Get permission. Always get written permission to use your customer’s testimonial (and in a perfect world, their high resolution headshot). Just having a testimonial isn’t enough. Your customer needs to given written consent for you to use their words and their likeness in your marketing materials. Forgetting this step could lead to some angry customers.
Be thankful. Okay, this doesn’t really qualify as asking for a testimonial but you need to remember that this interaction doesn’t stop at the testimonial. Thank your customers profusely, tell them how much you appreciate them and their business, and consider doing something wonderful to surprise and delight them. Make them feel like they’re special to you and your business. Because they are. They didn’t have to write nice things about you, but they did. Appreciate them for that.
What makes a great testimonial
When you’re reaching out to your customers and asking for testimonials to help expand your customer-base, encourage them to keep their testimonials:
Sincere. If your customer isn’t Thoreau then he shouldn’t try to write like him. Your customer shouldn’t try to write like your brand or like anyone other than himself. This may mean that some of the grammar isn’t quite right or that commas show up where they don’t need to be; however, consider keeping as much of the authenticity as possible when editing for public consumption. Your customers should sound like themselves and they should all sound different. Speaking in their own words will allow the sincerity to shine through.
Specific. “Mandy’s Widget Factory was great!” isn’t going to convince potential customers to buy what you’re selling. Potential customers want to identify with a specific person or a pain point. Explain what each customer does and a little about who they are as a professional. Encourage your customers to be specific about their experience with you. It makes their testimonial more believable and more relatable.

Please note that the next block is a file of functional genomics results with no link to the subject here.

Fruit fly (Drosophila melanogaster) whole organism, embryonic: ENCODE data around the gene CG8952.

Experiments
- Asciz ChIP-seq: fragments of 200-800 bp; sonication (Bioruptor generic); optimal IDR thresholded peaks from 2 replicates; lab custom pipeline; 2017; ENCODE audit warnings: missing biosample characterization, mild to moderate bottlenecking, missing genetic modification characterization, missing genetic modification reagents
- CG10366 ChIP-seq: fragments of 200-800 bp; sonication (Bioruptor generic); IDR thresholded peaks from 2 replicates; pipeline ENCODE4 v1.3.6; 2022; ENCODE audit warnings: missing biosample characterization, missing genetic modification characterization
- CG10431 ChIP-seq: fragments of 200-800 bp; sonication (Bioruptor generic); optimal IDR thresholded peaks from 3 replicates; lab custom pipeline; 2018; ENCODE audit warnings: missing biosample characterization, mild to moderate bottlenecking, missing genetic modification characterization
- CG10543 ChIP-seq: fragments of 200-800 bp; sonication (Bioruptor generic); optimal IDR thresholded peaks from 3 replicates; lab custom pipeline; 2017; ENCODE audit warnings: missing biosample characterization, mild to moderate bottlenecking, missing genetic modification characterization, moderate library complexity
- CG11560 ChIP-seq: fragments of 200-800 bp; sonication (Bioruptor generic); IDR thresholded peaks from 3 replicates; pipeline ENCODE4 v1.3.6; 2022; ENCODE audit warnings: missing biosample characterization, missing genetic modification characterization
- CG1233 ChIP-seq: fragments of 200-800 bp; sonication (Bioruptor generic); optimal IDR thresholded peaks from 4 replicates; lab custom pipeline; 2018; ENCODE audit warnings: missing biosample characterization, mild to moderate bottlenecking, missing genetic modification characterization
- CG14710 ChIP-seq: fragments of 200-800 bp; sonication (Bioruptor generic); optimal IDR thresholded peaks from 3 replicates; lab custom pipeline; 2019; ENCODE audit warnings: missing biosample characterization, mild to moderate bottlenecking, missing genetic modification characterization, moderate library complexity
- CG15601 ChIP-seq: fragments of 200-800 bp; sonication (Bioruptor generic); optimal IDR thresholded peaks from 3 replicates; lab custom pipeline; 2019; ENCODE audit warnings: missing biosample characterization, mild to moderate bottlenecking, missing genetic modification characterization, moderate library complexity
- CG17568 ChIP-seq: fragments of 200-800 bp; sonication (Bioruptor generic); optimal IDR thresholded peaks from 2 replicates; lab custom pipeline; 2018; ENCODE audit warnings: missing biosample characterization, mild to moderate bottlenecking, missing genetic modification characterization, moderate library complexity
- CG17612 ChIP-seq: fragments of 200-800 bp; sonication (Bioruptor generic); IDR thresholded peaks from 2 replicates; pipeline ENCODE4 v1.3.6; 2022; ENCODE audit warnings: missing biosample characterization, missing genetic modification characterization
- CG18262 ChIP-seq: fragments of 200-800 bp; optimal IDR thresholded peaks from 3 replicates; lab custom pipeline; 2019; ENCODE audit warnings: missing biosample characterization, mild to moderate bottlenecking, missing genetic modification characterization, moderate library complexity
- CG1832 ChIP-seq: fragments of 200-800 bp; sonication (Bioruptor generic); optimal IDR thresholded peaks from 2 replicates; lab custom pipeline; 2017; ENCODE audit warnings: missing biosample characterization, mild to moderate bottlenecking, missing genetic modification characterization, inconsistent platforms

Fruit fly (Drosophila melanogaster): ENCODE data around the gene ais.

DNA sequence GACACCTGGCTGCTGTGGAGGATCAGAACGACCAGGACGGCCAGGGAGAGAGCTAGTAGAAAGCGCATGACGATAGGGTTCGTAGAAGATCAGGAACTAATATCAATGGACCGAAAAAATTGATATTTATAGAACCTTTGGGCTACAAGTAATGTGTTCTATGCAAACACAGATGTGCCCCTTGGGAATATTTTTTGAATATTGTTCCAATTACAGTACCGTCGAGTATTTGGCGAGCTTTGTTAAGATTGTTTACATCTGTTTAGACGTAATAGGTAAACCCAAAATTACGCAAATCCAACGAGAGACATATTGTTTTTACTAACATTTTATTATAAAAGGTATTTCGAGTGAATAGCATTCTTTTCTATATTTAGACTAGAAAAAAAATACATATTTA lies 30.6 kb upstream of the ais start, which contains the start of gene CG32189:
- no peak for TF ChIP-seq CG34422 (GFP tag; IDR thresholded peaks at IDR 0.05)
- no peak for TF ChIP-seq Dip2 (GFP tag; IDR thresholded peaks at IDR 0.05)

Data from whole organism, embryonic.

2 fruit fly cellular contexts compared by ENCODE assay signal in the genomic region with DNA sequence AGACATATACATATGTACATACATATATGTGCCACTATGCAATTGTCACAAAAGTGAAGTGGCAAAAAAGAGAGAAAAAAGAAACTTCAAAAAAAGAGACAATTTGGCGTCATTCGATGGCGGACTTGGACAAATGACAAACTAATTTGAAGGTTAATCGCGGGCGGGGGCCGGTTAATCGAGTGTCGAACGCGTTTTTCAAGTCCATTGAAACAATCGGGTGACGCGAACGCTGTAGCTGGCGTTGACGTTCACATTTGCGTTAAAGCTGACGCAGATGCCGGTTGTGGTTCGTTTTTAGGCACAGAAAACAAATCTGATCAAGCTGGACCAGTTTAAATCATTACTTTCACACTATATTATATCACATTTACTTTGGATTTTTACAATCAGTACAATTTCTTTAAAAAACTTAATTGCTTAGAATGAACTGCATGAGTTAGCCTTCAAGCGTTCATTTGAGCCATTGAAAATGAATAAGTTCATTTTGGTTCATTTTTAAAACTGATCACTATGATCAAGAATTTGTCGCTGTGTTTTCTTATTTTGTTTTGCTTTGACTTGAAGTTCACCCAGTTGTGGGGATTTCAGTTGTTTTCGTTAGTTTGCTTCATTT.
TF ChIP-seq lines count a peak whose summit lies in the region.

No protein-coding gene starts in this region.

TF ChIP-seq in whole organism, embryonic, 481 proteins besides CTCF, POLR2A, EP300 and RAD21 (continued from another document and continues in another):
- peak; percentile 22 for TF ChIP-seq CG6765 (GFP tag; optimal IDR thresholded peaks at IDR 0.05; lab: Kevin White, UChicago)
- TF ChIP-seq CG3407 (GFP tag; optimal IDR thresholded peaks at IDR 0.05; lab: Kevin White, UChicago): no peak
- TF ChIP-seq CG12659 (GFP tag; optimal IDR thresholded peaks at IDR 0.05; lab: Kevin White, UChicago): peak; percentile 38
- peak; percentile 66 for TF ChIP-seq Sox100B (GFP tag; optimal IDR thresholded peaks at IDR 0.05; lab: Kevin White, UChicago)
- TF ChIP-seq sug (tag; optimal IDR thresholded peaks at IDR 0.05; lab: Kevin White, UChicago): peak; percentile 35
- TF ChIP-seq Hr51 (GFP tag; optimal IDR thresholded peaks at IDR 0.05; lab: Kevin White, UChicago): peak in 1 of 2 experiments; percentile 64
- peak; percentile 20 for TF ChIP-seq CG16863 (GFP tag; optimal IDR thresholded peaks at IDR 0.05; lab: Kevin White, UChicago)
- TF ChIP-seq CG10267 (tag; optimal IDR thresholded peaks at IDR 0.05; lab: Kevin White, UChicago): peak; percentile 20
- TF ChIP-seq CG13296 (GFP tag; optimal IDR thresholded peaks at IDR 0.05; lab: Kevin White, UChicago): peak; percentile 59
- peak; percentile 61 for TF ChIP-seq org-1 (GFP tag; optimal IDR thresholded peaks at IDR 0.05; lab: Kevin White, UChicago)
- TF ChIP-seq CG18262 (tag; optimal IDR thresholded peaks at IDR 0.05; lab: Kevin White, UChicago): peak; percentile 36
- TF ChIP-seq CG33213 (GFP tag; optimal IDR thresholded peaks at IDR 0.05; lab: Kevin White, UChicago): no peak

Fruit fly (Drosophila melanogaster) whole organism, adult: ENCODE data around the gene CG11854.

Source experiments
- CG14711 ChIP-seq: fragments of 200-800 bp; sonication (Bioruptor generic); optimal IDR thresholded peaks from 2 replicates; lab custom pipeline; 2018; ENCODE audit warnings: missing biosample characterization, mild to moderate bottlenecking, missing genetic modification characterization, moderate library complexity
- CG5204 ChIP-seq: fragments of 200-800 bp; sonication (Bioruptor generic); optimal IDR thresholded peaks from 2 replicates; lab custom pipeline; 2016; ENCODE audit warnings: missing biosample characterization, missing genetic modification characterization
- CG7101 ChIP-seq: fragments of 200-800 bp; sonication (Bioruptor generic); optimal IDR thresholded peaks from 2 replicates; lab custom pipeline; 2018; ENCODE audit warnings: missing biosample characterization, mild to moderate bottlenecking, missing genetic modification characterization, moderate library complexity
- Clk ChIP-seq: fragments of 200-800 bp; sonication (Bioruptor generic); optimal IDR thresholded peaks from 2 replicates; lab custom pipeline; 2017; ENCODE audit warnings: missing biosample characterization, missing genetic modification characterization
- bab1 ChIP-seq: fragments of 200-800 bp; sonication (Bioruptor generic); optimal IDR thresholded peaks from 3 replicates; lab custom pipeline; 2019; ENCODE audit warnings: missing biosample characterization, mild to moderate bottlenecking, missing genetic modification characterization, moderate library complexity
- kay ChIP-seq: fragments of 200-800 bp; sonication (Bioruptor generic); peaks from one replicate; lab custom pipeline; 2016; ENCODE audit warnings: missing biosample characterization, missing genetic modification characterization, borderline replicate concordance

Succinct. No one wants to read War and Peace to find out if your product is a fit. No one reads everything on page (web or otherwise) anymore. We’re a generation of skimmers. If the testimonials are rambling your potential customers will lose interest quick. Keep their attention with succinct testimonials that share a story and get to the point. Don’t lose their interest before they can get to the paragraph about how much value you can add.
If you feel weird asking for customer testimonials, just remember that you’re not alone. Plenty of professionals with full faith in their products and services get ansy when asking for testimonials and referrals. It feels like part of a hard sell process and for many that can be discomforting. Don’t let the discomfort get to you. Push through it and ask anyway. *Customer testimonials can increase a company’s market share by as much as 10 percent.
Since you’re reaching out to customers personally, you know for a fact that these people have had great experiences with your business. Don’t be afraid to mine their great experiences to help your business grow. If they like what you do they’ll want to share it with other people (unless what you do is give out winning lottery numbers) and they will often be happy to help.
Your happy customers want you to stick around. Let them help you do that.Digital & Social Articles on Business 2 Community